What would surprise people about your job?

People take their tools for granted. Most people think of cooking as a chore. So now that there’s this cooking boom and everybody’s getting better recipes, they realize their knives are dull. Most people have been using their knives for 50 years and have never sharpened them. They throw them in the dishwasher just like a fork. But now people are getting lamb and scallops and all of these things that really take money and time to cook. If you have this $95 Wagyu steak, do you want to use that raggy steak knife to cut it?

How are you making change in your industry?

I’m a firm believer in representation. So as a Black man, I need to show that it can be done in a positive light. We’re more than entertainers, we’re more than football players, we’re more than that. Everybody looks at the chef, when nobody really looks at the farmer and nobody really looks at the baker. Now that the light has been shined on the other craftsmen and artisans, being able to represent myself fluently, articulately, and charmingly plays a part.

I’ve also taught plenty of people to make knives. I’ve got this motto: Each one lift one. I’ve called individuals out of the blue to encourage them along the way. If I like an Instagram picture of their knife making process, I’ll reach out to them and say, “Hey, I see what you’re doing. Keep it up. Keep learning your craft.” Just to give that nudge, because being the person in the workshop or in the kitchen, you rarely hear the praise.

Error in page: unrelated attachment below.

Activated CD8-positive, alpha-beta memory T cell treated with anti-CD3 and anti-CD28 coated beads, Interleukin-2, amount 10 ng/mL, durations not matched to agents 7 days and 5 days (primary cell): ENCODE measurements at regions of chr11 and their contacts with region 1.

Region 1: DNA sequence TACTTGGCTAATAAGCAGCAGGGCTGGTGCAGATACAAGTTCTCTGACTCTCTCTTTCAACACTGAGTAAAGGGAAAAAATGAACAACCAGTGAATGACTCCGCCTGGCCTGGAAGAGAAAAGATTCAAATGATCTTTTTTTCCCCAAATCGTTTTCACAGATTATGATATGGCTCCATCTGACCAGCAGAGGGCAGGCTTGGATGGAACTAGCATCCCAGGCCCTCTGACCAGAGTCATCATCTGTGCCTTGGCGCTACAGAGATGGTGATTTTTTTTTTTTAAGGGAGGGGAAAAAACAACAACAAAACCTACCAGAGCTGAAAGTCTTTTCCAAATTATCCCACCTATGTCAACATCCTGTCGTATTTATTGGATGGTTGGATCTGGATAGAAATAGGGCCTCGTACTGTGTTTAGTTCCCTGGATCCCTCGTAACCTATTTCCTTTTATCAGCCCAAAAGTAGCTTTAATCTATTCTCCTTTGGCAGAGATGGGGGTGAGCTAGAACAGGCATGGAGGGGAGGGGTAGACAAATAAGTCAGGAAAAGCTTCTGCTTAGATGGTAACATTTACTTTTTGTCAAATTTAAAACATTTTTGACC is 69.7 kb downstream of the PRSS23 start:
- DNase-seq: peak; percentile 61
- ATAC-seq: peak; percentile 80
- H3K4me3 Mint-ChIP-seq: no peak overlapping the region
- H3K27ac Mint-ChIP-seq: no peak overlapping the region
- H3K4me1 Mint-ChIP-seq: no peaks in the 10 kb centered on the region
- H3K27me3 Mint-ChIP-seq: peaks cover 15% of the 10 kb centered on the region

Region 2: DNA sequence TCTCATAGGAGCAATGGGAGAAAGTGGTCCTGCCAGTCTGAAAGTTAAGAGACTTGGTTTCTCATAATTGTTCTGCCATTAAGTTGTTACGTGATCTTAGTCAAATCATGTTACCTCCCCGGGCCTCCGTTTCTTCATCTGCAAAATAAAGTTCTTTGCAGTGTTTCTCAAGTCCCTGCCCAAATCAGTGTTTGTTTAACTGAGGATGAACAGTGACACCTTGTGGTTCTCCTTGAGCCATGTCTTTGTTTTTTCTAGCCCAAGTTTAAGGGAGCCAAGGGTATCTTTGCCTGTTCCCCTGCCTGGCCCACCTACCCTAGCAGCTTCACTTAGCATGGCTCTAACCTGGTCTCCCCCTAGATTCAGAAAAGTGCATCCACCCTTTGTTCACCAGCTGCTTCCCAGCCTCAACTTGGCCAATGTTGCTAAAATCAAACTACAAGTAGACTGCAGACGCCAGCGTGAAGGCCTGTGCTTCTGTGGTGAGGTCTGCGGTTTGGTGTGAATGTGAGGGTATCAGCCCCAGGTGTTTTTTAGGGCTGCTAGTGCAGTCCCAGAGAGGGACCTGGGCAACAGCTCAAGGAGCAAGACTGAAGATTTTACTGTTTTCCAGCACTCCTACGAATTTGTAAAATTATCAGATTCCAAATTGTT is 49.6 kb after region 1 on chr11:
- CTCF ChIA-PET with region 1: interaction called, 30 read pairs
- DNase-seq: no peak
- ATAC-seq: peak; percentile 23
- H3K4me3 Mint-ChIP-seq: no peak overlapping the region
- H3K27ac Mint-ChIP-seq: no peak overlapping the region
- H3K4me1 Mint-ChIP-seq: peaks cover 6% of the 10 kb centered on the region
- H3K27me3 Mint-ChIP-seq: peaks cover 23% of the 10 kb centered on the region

What would you have done differently in your career?

I would’ve been a little bit more aggressive in marketing and building my brand instead of taking this long to build a brand, but I’m glad I did it this way. Because if you think about music, there are these artists that come out hot and fiery with that one track that everybody likes and then they fizzle out. One hit wonders — you never hear from them again. But the ones that create and take the long journey and still push and push and push, over time people respect them for their craft.

What’s the best piece of career advice you’ve been given?

A friend of mine did this underground dining event to showcase artists. It was my first show, I didn’t know anything, I was just sitting there hoping someone would come over and look at the knives. And this young lady came to me and said, “Work the crowd. Ain’t nobody going to come up to you. Work the crowd.” And so after that, I worked the crowd.

What advice would you give someone who wants your job?

Take time to learn your craft. I always say, sex sells and performance tells. What I mean by that is, if it looks good to the eye, it brings you to the table, but the performance of it keeps you coming back.

This interview has been edited and condensed for clarity.